Louise Hayes

Louise Hayes gives her thoughts on another medical Mission trip of November 2013:

My name is Louise Hayes. I have been a parishioner at St. Mike’s since my husband and I were married in 1982. The past few years, I would hear about the medical mission at the homily. Each year, I thought to myself, I should help out- but every year I had some excuse why not to. But this year, I committed myself to helping out.

 As the time approached, I was getting a bit apprehensive- not really knowing what to expect. Many thoughts were going through my head. I tried not to think of bad things and think about good things.

There were 8 or us total that traveled from St. Mike’s parish: Dr. McMahon, Dr. Abbamont, Debbie Schu (NP), nurses Cynthia and Michele, and assistants Rachel and Flo. We met up with the translators, Father Raymond, and Dr. Alix in Port-au-Prince.

 The drive from Matthew 25 in Port au Prince to Chauffard takes about 3-4 hours. It’s only 15 miles from PAP, but most of the travel is on mountainous terrain. My husband thought he was the 4×4 expert – I think the ride we took would have topped his rides. I remember Flo saying, “It feels like we are driving on top of rocks. ” We all laughed as that was exactly what we were doing. Flo was pretty reluctant to look out the window and I was busy being bounced around in the back row. The view (when we could see it) was spectacular, something you would see in a tourist advertisement. Every once in a while, you’d see a distant house, children running along the trail, women carrying large baskets on their heads, men working in the fields weeding the crops. Some houses had laundry lined upon the tin roofs drying after being washed in basins from water that was carried up from the river. The children were all dressed in their school uniforms- bright yellow and blue. They had the biggest smiles and brightest eyes. They were so excited to see us coming.

 We arrived in Chauffard just before dusk. We had just enough time to set up the clinic. As there were no lights, we had to use flashlights to finish the job! Father Raymond had set up the church rectory for us to stay. They had extra rooms with cots so we were pretty comfortable- except for the fact there was no running water. Father Raymond is a young priest with lots of energy. I think he brings enthusiasm to the people of Chauffard.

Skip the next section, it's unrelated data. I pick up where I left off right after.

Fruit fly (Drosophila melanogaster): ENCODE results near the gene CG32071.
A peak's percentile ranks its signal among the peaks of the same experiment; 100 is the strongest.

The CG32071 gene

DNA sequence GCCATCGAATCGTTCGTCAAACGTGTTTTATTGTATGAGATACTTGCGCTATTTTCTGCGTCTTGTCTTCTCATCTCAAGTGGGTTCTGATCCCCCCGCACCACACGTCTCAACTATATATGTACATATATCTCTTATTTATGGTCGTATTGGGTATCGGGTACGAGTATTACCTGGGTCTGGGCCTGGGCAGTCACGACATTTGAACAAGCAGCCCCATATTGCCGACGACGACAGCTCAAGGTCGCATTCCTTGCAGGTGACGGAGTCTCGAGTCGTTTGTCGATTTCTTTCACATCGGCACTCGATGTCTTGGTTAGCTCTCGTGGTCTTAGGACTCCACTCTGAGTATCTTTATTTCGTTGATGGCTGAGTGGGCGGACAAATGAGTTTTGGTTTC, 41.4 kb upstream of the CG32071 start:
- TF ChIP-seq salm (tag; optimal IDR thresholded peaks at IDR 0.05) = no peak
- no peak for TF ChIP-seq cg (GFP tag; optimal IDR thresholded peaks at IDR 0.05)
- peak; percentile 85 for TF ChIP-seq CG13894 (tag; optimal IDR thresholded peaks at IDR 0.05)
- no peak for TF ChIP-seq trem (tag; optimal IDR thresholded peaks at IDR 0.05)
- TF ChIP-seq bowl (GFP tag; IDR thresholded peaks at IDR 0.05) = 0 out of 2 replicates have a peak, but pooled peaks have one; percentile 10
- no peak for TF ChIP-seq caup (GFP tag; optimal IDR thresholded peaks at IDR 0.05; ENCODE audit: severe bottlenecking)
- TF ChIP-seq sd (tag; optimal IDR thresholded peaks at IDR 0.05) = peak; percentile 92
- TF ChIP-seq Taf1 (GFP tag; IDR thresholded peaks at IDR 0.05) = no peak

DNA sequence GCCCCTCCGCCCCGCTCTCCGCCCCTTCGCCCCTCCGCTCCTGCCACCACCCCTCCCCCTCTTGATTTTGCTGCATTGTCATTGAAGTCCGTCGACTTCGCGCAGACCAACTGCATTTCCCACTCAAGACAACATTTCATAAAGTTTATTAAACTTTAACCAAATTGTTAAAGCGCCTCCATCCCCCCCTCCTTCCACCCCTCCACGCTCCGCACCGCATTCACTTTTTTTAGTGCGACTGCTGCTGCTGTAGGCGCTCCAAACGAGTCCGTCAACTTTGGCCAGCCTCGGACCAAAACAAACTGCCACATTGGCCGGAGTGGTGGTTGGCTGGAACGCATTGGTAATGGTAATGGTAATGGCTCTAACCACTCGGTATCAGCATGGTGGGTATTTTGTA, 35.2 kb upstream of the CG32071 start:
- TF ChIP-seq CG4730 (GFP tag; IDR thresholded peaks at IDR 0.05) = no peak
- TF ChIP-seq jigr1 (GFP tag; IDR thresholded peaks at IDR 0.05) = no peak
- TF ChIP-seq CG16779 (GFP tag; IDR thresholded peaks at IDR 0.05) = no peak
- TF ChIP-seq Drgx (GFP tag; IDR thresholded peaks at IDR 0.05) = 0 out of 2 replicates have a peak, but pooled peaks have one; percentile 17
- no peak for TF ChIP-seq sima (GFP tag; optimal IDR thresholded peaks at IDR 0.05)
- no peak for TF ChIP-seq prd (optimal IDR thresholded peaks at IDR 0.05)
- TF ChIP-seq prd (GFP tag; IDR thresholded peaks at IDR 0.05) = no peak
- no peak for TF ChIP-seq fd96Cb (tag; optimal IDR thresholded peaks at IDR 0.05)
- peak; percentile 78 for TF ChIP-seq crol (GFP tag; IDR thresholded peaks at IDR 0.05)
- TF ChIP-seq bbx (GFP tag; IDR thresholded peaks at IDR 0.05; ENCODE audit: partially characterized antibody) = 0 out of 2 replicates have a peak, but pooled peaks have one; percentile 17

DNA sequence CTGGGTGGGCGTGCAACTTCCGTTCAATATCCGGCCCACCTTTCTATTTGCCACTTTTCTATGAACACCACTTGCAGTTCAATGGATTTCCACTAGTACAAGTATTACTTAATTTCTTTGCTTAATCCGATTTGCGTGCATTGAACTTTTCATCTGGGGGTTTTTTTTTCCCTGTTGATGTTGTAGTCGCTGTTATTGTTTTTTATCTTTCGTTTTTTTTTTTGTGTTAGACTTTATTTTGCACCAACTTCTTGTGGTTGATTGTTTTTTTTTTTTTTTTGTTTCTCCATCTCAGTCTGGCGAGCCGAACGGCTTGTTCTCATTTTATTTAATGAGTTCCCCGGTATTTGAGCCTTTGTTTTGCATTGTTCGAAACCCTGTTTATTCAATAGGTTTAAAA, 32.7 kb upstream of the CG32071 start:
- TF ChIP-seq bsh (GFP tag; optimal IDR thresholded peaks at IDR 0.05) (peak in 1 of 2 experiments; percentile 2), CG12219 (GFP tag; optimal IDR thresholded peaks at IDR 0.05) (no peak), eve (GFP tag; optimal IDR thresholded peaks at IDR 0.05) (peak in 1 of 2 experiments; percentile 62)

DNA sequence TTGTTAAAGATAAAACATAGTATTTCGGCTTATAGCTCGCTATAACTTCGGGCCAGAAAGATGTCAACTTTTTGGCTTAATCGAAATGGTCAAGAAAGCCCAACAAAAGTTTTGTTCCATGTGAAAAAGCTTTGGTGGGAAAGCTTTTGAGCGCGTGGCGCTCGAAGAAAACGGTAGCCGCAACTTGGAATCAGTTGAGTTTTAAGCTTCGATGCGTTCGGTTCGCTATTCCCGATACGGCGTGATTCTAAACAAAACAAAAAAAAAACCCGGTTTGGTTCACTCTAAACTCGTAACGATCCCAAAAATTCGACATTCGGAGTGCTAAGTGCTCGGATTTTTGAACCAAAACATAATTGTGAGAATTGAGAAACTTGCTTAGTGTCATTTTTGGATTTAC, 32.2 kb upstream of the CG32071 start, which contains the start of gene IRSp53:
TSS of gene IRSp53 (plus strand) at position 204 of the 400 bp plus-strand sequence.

We had three days of clinic. We had four exam rooms and one pharmacy. The pharmacy was stocked with most medications that would help with their aliments. We treated over 1,100 patients. The youngest was a week or two to the oldest being 92. These patients walked miles barefoot through mud, rocks, water – whatever it took – just so they could see a doctor. There were many times during the clinic, I had to step away and compose myself, holding back the tears. I worked a little triage area taking blood pressures etc., so I got to see most patients as they entered the clinic. They had to wait hours in line after they had walked hours to get there. Most of the children appeared younger as their growth is retarded due to malnutrition. The adults were so weathered. The obvious rough life they endure wore on them. A baby a few weeks old came in with the parents, not making a peep. The baby was so sick, hardly moving any air. They needed to take the baby to the hospital, but the only “substandard” hospital was hours away in Port au Prince. We provided the family with antibiotics in hopes they could give it to the baby to fight the respiratory infection.

 We did the best we could do. We supplied the patients with vitamins, painkillers, de-worming pills, even blood pressure meds. I saw such devastation. It was so hard to cope. It just hits you like a brick wall. How can we be surrounded by such beauty and have this much poverty? I am glad we split the three clinic days up as that many days in a row is hard to bear emotionally.

 On Sunday, we attended mass at Immaculate Conception Church . The choir sang their hearts out. The whole church was singing. It was the most uplifting mass I’ve ever attended. At one point, every one was singing and swaying. For a village so poor in material things, they were the richest in faith and spirit. Even when it came to collection, everyone walked up and put whatever change they could into the collection basket.

 It’s like Father Peter Major said last week in his homily- we need to look beyond our “gated communities”, neighborhoods and see the poor and suffering around us so we can truly be uplifted to help others and find the true meaning in Christmas.

Louise Hayes (blue scrubs)